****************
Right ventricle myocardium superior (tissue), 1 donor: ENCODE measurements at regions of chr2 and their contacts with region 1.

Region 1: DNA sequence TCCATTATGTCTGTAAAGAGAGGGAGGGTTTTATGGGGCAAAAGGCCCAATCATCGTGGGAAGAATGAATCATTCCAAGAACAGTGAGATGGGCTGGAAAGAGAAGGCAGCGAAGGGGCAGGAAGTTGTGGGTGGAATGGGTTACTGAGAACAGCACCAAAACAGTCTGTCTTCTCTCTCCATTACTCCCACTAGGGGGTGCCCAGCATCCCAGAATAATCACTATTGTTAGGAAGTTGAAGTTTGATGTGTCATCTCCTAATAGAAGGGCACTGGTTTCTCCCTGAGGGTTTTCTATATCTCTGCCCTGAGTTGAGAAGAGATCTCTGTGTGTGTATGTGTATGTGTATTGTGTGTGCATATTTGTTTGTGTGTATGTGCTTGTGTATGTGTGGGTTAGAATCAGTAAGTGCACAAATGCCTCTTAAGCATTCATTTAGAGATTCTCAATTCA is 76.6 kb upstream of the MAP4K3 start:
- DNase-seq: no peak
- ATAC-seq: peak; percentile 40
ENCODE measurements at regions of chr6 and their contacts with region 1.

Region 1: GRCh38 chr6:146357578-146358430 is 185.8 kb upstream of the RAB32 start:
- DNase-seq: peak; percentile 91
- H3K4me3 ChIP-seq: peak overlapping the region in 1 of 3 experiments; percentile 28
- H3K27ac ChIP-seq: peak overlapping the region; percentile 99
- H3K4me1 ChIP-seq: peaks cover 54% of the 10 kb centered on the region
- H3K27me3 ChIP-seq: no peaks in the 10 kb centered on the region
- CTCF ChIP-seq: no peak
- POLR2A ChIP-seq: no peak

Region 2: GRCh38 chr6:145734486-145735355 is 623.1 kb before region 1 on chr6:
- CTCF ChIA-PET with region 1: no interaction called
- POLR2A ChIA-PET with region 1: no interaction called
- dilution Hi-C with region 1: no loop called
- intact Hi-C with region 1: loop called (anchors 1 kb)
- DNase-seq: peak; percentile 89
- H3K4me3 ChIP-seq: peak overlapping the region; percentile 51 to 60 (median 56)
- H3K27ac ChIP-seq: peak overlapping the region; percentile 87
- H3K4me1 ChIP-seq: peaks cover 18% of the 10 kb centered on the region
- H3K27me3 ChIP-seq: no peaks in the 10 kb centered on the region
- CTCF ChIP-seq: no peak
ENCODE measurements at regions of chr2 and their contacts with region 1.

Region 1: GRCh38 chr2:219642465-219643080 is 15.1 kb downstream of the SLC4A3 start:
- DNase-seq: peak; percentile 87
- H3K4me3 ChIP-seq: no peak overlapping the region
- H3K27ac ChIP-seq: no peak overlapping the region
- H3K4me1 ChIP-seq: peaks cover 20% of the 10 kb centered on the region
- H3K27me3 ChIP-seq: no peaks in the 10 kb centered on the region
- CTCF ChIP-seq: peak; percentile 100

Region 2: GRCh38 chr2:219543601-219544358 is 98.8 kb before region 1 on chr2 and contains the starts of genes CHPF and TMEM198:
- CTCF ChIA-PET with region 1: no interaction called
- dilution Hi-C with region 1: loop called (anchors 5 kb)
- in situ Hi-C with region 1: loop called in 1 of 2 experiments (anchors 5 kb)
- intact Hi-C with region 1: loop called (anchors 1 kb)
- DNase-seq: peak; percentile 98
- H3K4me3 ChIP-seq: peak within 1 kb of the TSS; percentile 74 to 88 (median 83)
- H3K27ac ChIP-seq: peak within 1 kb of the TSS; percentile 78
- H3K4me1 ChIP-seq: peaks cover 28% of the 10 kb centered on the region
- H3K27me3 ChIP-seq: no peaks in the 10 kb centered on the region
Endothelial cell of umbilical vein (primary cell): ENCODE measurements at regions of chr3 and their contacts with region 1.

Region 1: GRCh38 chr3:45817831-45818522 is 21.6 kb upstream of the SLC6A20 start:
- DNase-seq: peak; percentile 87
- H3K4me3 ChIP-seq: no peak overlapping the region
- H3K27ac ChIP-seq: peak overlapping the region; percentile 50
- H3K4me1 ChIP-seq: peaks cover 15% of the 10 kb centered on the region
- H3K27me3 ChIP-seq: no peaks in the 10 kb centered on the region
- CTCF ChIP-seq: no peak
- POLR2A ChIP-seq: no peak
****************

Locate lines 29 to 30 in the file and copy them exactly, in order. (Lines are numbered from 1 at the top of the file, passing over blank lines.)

- H3K27ac ChIP-seq: no peak overlapping the region
- H3K4me1 ChIP-seq: peaks cover 20% of the 10 kb centered on the region